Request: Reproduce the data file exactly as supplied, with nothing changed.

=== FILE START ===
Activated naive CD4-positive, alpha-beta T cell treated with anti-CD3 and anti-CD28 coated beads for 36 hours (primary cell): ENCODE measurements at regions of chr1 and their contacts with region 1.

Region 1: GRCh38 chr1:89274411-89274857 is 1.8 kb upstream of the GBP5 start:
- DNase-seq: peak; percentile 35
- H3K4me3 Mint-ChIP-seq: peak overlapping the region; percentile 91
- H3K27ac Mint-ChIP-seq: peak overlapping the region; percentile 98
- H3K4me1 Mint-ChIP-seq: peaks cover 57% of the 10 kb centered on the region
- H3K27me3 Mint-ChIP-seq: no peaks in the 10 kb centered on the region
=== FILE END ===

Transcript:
Activated naive CD4-positive, alpha-beta T cell treated with anti-CD3 and anti-CD28 coated beads for 36 hours (primary cell): ENCODE measurements at regions of chr1 and their contacts with region 1.

Region 1: GRCh38 chr1:89274411-89274857 is 1.8 kb upstream of the GBP5 start:
- DNase-seq: peak; percentile 35
- H3K4me3 Mint-ChIP-seq: peak overlapping the region; percentile 91
- H3K27ac Mint-ChIP-seq: peak overlapping the region; percentile 98
- H3K4me1 Mint-ChIP-seq: peaks cover 57% of the 10 kb centered on the region
- H3K27me3 Mint-ChIP-seq: no peaks in the 10 kb centered on the region